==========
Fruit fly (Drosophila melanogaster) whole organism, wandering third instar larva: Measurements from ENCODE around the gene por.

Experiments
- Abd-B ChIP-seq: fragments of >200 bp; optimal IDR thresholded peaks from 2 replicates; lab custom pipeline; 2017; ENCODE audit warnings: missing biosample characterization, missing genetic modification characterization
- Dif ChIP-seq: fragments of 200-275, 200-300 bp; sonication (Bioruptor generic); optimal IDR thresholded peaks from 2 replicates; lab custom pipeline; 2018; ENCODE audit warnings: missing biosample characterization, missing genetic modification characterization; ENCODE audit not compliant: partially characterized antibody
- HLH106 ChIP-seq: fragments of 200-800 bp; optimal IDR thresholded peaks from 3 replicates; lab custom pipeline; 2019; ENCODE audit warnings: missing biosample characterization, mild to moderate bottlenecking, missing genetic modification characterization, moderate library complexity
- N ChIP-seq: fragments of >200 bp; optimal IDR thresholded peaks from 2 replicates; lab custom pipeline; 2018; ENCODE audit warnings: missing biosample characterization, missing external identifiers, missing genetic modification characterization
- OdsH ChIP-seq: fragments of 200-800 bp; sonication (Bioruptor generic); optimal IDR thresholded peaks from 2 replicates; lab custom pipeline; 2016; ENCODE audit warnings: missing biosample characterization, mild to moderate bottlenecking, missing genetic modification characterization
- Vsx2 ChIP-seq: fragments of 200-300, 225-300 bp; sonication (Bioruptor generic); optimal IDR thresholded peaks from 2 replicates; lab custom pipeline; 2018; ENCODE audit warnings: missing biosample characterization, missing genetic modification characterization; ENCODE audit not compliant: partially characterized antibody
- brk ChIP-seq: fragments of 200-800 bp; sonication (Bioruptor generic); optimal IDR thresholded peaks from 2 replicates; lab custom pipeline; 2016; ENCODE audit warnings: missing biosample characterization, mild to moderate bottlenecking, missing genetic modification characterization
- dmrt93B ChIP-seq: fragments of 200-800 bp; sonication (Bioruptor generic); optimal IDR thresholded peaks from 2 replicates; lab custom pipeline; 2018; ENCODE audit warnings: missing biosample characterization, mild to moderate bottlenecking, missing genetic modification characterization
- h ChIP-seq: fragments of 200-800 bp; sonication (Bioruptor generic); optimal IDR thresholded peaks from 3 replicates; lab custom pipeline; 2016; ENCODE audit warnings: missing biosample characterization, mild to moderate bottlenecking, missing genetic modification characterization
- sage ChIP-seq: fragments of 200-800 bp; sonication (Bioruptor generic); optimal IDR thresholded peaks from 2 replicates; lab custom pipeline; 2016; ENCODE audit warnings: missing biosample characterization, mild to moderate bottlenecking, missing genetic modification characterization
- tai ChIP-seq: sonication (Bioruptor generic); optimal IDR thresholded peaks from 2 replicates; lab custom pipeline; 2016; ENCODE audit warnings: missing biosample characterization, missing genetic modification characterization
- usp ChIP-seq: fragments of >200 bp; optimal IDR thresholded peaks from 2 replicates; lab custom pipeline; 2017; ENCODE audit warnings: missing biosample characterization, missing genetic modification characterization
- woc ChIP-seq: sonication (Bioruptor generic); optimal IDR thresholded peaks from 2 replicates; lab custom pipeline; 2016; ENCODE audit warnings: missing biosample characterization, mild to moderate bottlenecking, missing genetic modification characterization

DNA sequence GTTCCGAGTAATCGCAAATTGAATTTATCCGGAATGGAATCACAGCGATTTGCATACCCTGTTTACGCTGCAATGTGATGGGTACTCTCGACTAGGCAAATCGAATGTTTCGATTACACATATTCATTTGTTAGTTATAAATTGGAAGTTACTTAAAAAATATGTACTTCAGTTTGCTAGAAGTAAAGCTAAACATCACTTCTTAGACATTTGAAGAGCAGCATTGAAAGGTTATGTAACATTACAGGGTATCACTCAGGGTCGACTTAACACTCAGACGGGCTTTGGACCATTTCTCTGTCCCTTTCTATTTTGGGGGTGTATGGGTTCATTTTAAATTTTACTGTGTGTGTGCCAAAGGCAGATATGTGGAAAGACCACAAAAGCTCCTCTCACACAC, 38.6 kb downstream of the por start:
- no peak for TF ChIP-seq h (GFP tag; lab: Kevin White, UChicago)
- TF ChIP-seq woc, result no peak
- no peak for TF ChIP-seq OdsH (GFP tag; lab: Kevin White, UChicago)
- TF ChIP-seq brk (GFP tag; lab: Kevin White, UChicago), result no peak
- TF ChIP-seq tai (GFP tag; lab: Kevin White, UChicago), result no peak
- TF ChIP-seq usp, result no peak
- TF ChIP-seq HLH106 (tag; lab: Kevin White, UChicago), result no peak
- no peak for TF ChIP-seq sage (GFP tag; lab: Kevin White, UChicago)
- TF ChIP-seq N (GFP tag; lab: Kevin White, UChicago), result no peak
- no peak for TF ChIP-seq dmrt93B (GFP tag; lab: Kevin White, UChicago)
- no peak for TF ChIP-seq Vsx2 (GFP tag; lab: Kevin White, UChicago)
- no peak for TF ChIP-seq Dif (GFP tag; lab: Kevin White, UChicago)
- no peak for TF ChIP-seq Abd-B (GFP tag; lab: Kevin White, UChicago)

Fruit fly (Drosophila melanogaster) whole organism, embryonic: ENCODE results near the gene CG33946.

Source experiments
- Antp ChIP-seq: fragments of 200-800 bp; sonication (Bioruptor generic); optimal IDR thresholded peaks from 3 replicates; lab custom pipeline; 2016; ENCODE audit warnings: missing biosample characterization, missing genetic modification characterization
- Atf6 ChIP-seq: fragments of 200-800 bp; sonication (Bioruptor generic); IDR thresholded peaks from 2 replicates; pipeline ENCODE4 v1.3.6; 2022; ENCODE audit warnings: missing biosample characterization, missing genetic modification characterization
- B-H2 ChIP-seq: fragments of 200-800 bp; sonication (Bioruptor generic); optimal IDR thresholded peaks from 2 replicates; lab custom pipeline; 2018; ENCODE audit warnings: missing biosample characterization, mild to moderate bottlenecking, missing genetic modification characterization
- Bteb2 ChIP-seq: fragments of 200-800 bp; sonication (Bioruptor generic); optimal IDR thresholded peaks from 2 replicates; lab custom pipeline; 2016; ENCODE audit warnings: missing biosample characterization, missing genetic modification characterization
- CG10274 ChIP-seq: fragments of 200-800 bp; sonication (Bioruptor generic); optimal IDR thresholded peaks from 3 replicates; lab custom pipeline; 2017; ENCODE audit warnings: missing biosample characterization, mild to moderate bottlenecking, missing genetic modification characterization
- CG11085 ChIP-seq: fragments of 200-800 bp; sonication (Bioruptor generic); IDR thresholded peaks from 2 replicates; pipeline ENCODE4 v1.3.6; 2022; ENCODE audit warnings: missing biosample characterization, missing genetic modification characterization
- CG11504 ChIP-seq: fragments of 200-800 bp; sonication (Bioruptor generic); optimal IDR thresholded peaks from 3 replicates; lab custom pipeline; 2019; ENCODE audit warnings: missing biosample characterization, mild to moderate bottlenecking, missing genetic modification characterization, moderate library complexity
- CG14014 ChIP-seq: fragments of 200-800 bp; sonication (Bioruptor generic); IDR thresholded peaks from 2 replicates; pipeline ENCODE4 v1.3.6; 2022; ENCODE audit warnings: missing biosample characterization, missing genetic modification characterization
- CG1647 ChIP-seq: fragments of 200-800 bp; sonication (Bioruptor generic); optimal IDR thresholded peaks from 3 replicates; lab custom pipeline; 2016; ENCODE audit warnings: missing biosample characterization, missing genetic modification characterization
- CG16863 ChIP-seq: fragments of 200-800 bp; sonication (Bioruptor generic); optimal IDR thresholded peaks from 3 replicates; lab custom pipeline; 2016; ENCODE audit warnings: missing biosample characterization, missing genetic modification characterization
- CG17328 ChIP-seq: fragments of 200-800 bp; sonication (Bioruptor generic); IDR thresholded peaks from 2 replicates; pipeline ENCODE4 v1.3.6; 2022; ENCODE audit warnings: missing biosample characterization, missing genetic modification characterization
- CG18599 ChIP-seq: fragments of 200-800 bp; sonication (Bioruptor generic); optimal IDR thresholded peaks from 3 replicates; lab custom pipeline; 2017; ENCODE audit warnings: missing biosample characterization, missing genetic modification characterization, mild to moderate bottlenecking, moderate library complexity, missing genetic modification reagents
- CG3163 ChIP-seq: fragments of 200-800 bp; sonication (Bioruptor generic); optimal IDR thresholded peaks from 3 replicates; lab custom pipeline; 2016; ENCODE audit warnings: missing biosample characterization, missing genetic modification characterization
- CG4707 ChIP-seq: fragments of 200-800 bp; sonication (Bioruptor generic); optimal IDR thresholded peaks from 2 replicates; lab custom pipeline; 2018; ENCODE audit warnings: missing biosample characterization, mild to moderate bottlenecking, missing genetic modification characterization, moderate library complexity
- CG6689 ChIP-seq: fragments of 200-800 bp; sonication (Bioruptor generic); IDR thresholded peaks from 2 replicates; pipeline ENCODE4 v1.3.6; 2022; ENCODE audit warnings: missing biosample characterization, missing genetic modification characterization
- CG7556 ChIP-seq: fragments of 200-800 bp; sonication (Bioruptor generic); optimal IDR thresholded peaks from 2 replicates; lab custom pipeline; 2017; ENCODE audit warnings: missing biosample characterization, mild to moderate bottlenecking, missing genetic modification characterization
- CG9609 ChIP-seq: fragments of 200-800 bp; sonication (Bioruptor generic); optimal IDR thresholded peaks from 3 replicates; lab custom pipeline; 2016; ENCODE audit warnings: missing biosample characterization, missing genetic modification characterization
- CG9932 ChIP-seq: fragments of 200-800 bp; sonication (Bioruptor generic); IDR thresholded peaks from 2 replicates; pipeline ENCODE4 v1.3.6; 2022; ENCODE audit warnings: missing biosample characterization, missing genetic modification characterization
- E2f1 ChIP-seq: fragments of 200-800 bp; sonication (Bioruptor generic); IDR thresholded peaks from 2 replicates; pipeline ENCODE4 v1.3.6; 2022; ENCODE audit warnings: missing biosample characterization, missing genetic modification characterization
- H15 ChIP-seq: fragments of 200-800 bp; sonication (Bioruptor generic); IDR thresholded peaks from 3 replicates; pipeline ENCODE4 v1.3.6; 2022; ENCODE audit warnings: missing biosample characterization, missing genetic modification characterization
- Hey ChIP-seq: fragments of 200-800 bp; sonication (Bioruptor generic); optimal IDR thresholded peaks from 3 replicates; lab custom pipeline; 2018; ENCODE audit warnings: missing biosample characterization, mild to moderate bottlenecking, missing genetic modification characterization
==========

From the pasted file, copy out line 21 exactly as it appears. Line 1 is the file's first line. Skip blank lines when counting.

- TF ChIP-seq tai (GFP tag; lab: Kevin White, UChicago), result no peak